The pinnacle of Reuben’s randonneuring efforts was the completion of the Bryan Chapman 600 in Wales. He had never ridden so far before, though he was a notably strong cyclist.  His nephew and others bombarded him with advice.  A clubmate told him he would need a cape.  
“I gave mine away,” He said, then, reflecting, “I’ve got another with a tear in it, though.”
Another said he needed lights.  He had seen a chap somewhere with a homemade, double-sided Sturmey-Archer hub dynamo (two welded together).  He spent weeks worrying, trying to remember who it was, and where.

The day came and he cadged a lift, very early on the morning, to the start.  Assembling his bike, he discovered that the old Eveready with its plastic handlebar clamp did not fit with the barbag.  He was dissuaded from attaching it to the fork, and it went in the bag.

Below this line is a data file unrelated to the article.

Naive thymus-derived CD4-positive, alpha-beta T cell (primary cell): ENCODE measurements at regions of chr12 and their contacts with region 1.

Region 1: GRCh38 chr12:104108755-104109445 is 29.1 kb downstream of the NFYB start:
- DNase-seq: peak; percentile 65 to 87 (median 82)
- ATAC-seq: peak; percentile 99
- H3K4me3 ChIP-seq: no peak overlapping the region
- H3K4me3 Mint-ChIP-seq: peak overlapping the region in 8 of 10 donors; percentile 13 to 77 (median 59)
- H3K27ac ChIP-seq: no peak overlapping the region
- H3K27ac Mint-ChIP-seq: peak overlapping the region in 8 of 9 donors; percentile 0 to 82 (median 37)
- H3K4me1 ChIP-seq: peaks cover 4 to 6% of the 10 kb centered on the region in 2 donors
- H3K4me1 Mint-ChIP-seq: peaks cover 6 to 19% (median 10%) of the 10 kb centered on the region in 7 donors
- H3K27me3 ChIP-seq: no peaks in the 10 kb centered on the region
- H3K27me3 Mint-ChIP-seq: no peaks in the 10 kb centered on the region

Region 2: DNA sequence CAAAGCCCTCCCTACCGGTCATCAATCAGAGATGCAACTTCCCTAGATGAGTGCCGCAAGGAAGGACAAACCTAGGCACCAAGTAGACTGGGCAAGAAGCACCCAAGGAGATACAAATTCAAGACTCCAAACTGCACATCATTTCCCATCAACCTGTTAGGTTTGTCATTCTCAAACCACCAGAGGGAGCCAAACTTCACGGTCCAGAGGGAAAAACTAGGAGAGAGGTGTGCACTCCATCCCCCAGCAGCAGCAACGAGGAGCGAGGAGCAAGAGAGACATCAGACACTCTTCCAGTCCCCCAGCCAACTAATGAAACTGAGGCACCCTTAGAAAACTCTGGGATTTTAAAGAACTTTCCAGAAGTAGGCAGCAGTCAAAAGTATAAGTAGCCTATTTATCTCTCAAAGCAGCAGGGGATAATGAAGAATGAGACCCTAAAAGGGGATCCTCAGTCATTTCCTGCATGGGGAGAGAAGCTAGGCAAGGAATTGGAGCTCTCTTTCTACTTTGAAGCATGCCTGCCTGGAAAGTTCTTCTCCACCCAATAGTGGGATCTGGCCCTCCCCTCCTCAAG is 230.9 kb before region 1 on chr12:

We set off (yes, I was riding too – my first 600).  It was hard work keeping Reuben down to our speed.  If we had allowed him to drop us, our chances of finding him again would have been remote.  We explained the need to conserve energy.  On a mountain road not far from  Aberystwyth the temperature dropped several degrees and a sleeting rain began.  We stopped to cape up.  Reuben, in a short-sleeved jersey, looked puzzled.
“I didn’t bring a cape,” He said.
We watched him turning a peculiar shade of purple, and shivering, as we descended.  One of our group had mechanical problems and so we stopped at a bike shop on the edge of a town.  The owner donated his Daily Mail to Reuben, who shoved it under his jersey.  

Our journey continued.  We took it in turns to shout at Reuben each time he started to increase the pace.  It grew late and dusk came.  It was time for lights.  Reuben’s best effort was to strap his front light to the top of the barbag, from whence it beamed faintly up at the trees.  He switched the rear one on; it seemed okay.  We set off and it went out.  His nephew rode alongside, tapping it.  It flashed a few times, then finally stayed on, only to fade gradually to nothing within half an hour.